2. Tech Resources - Due to time and other constraints, we had to prioritize how much coding we’re able to show for the prototype we’ve built. Many of the tools such as the Waze real-time traffic tracker, gamification elements, and Hospital internal maps will have to be incorporated at a later stage.

  3. Regulatory Challenges - Innovation in other industries is so much easier due to limited regulations. HIPAA, Medicare/Medicaid reimbursements and other issues needed to be considered carefully while any innovative solutions were thought of. Privacy laws, data integrity, portability and safety, requirement to treat uninsured patients at ERs are some of the practical challenges that needed careful navigation while we were thinking of implementation.

  4. User Considerations - Senior Citizens are among the heavy users of ER’s. As per CMS data, 30% of the ER users account for 70-80% of the resources spent. Given this statistic, any ER related solution needs behavioral adjustment, training, easy to use navigation for seniors as well as their aides & family members. Having tech tools that balance different users' learning curves across devices was certainly challenging.

Accomplishments that I'm proud of

While there were some challenges as discussed above, what we’re really proud of is how well we assembled a team of 7 individuals with full-time careers, varied skills residing in NY, Abu Dhabi and Buenos Aires. Through Hackathons, Meetup groups, and online portals, we met and formed a cross-cultural, distributed team and then worked seamlessly without any friction or disagreements through emails, Skype and phone calls.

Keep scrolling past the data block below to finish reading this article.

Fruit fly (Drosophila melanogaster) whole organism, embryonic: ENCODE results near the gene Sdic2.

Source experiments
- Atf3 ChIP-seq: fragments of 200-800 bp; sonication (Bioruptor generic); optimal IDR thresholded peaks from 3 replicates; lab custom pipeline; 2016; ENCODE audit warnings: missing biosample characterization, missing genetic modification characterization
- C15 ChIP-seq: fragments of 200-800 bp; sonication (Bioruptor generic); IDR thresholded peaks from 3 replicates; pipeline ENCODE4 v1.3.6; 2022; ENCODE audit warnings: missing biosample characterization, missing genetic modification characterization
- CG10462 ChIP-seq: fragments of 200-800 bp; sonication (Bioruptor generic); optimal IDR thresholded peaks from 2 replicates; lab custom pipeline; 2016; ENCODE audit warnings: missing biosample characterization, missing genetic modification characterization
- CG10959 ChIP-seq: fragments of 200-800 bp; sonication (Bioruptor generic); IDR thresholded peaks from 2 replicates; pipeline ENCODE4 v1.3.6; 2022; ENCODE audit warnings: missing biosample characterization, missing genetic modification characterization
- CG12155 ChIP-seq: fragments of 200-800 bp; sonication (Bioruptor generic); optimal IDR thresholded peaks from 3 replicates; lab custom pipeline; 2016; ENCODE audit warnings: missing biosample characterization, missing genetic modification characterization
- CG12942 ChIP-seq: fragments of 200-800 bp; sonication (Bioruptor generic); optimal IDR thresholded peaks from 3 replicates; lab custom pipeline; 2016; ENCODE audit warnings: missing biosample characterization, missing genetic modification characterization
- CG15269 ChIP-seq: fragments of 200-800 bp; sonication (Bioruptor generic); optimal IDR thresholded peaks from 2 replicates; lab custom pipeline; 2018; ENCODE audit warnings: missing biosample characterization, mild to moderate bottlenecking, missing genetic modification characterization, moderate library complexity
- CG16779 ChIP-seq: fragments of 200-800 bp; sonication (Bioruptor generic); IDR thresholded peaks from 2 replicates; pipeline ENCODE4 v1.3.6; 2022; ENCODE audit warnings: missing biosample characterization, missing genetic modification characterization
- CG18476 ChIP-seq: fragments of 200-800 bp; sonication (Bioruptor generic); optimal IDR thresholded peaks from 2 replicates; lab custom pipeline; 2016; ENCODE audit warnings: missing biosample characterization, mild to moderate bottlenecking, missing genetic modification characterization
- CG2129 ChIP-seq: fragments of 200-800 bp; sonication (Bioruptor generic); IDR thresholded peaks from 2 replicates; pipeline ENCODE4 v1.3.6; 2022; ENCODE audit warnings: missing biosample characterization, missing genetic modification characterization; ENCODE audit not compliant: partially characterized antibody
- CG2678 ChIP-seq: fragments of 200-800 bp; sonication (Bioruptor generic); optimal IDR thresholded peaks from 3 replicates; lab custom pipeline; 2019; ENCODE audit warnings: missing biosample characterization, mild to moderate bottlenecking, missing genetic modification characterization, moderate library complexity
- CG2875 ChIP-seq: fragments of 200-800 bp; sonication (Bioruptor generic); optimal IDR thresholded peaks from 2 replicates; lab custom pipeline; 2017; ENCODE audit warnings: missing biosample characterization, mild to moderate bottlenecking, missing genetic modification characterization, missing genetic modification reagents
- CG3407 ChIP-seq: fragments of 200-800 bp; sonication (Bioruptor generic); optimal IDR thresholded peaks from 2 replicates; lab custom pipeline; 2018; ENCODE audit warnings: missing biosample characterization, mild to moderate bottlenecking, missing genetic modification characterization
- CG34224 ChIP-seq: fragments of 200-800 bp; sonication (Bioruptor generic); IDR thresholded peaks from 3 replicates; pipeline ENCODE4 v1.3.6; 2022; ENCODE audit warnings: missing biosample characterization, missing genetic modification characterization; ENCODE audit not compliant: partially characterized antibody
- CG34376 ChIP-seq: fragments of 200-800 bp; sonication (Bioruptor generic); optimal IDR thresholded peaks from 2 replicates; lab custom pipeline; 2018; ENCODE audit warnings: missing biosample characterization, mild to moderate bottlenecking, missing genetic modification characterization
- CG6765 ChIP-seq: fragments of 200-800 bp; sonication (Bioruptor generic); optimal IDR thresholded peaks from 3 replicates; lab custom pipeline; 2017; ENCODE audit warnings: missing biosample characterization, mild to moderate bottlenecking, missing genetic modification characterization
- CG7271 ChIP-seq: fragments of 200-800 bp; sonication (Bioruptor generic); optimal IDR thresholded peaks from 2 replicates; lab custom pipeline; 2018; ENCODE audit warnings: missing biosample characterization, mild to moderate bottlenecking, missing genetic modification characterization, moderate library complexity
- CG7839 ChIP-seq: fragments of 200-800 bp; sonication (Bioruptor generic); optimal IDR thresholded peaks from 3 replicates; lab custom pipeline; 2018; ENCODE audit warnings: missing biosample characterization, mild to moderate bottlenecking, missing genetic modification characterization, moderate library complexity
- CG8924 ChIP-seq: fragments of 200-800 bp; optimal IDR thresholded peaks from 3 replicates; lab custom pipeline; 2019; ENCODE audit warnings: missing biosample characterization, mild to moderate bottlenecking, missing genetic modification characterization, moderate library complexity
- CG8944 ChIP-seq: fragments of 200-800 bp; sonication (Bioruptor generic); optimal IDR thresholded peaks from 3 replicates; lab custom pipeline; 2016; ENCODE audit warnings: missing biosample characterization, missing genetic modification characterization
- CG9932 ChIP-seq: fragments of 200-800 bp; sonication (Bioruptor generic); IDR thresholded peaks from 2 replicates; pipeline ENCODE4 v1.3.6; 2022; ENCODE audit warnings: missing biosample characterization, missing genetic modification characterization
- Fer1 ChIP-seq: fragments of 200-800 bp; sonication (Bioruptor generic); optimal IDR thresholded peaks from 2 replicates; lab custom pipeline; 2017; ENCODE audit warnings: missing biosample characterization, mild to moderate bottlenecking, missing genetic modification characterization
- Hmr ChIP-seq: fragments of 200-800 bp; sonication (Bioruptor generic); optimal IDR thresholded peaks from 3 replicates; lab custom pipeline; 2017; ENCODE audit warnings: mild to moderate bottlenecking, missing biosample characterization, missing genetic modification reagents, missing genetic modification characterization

All team members had some sort of prior experience or opinion about ER’s, and they all contributed with their unique perspective and ideas on how to best leverage technology to create a happier, engaged patient experience. We also got invaluable feedback from enthusiastic, prospective users and customers.

What I learned

As a team we learnt Project Management and Product Management skills for distributed teams within the stipulated 10 week time frame. Other things we learnt specific to this project were:

  1. Healthcare Innovation – To improve Patient Engagement, we studied and incorporated many innovative elements such as screening Hospitals & Urgent Care Centers by Specialty, directing Patients as per their Conditions, giving real time traffic updates, providing estimated ER wait times, Time Trackers at few different stages to compare estimated times v/s actual times.

  2. Value-based Reimbursements – As CMS shifts the reimbursement model from volume based to outcome and value focused, patient ratings and feedback will be more important, especially related to readmissions.

  3. Patient Expectations – One of the eye opening things for us was that while NYP’s Specialty Departments got good overall ratings, the ER ratings were quite poor across all facilities. By integrating myERBuddy into NYP’s system, we can provide better Information based on real-time user input, thereby increasing Patient Engagement and improving ER ratings for the Hospital system.

  4. Triple Aim – myERBuddy works really well within the Triple Aim framework towards: a. Improve Patient Experience; b. Better Care; and c. Lower Costs.

  5. Compliance – Healthcare is a heavily regulated field impacting life & death situations. This was both a humbling and a learning experience for us while developing myERBuddy prototype.

What's next for Care at Home Services

We’re hoping that we’ll make it to the InnovateNYP Demo Day. Would be great to work with NYP’s Innovation and IT teams in implementing myERBuddy towards a better Patient Engagement outcome. We would like to approach other institutions and NY City Agencies to improve Continuum of Care citywide.